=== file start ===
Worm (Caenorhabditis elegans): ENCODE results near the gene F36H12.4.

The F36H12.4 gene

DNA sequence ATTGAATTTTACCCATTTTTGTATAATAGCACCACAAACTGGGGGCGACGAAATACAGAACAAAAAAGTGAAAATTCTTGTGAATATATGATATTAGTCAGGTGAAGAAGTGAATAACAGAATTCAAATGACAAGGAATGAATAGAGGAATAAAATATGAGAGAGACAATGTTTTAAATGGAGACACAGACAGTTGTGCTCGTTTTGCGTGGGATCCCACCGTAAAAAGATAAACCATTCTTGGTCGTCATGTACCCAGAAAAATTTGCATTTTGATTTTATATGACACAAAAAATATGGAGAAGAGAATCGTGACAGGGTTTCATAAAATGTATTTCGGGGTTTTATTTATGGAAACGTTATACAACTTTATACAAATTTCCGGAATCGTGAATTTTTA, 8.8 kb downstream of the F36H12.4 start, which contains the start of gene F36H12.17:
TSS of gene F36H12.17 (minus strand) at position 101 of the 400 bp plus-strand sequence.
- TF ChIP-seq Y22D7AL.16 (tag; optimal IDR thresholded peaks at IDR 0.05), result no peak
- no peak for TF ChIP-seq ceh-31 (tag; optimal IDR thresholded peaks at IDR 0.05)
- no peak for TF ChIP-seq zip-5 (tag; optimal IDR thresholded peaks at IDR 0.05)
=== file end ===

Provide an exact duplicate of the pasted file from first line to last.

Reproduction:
Worm (Caenorhabditis elegans): ENCODE results near the gene F36H12.4.

The F36H12.4 gene

DNA sequence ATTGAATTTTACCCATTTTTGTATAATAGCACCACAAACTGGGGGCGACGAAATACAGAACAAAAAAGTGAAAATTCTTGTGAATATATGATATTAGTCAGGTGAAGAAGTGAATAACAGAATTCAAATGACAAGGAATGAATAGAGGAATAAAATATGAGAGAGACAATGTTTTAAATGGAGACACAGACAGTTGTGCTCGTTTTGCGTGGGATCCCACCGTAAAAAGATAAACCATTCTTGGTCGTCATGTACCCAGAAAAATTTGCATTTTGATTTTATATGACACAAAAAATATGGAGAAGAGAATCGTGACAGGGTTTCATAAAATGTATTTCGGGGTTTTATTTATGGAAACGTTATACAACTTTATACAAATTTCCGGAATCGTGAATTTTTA, 8.8 kb downstream of the F36H12.4 start, which contains the start of gene F36H12.17:
TSS of gene F36H12.17 (minus strand) at position 101 of the 400 bp plus-strand sequence.
- TF ChIP-seq Y22D7AL.16 (tag; optimal IDR thresholded peaks at IDR 0.05), result no peak
- no peak for TF ChIP-seq ceh-31 (tag; optimal IDR thresholded peaks at IDR 0.05)
- no peak for TF ChIP-seq zip-5 (tag; optimal IDR thresholded peaks at IDR 0.05)